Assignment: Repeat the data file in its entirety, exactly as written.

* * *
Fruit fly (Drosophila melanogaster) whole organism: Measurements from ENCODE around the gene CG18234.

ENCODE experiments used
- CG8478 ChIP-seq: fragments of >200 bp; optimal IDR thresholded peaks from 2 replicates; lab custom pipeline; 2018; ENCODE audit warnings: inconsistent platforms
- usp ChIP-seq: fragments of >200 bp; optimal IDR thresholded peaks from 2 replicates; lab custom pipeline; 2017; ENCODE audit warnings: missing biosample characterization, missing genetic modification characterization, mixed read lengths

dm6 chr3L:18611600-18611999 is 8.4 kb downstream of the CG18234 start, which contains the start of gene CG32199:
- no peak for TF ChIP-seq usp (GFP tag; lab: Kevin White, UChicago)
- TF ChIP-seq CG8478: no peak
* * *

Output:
Fruit fly (Drosophila melanogaster) whole organism: Measurements from ENCODE around the gene CG18234.

ENCODE experiments used
- CG8478 ChIP-seq: fragments of >200 bp; optimal IDR thresholded peaks from 2 replicates; lab custom pipeline; 2018; ENCODE audit warnings: inconsistent platforms
- usp ChIP-seq: fragments of >200 bp; optimal IDR thresholded peaks from 2 replicates; lab custom pipeline; 2017; ENCODE audit warnings: missing biosample characterization, missing genetic modification characterization, mixed read lengths

dm6 chr3L:18611600-18611999 is 8.4 kb downstream of the CG18234 start, which contains the start of gene CG32199:
- no peak for TF ChIP-seq usp (GFP tag; lab: Kevin White, UChicago)
- TF ChIP-seq CG8478: no peak